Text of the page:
This might be more of a thing with daughters: it seems at a certain age, if they love animals they don't want to eat them. And fair enough. It's good for them to think about where their food comes from, what is wasted, and how we care for animals.
My high school friends, my daughter, friend's daughters, my niece, and my cousin went through this at various points. While I don't want to destroy youthful idealism, it calls for a conversation about nutrition.
One high school friend's dad was a doctor and made her eat chicken and eggs until she got into her teens.
My friend's daughter wanted to be a cookies-and-crackers kind of vegan, so my friend explained to her that this wasn't sustainable, and she would need to take vitamins, and eat a good variety of real foods to be healthy.
For my own daughter, I explained that while vegan eating has a long history as a spiritual practice for adults, there is no native culture that chooses to forego all animal foods, because of their convenience and nutrient density. Getting the same nutrients from plants requires more planning, more chewing, and non-negotiable supplements.
It's challenging for active kids to take enough time to eat enough calories if they all contain fiber. This could be great for a sedentary or overweight kid, but nutrient deficiencies would still be a consideration in the long-term.
So what happened?
My sister let her daughter roll with vegan food prep, and my niece filled her plates with colorful stir-fries. After a few weeks she asked for meat again. Despite the enormous volume of food, she said she never felt full. My sister had been expecting this because her daughter is lean and sporty.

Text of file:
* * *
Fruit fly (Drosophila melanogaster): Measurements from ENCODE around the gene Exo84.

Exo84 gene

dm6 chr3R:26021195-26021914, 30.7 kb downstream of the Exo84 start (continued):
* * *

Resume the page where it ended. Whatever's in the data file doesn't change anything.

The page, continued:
My daughter found that she wanted meat after a few weeks, and was sick of the other protein sources I was offering.
My cousin persisted for several years until life-threatening anemia caused her to re-examine her eating habits. My friend's daughter decided she wanted to have more variety (aka junk) and not be restricted to real food.
One high school friend is still vegan. One became an omnivore.
Some people truly do feel their best being vegan all the time, and their bloodwork backs this up. The majority of women bearing children seem to feel best as omnivores, possibly because it works well with our busy pace.
Many adults, particularly overweight ones, seem to benefit from periods of vegan eating. Most religious traditions have seasons without animal foods, or with fewer options, and I suspect this would meet our natural need for periods without meat and the general excess we fall into. But children were typically exempted from the full rigors of fasting and dietary restriction, on the understanding that this is a time of intense growth. Once the growth years are over, we'll have the conversation again.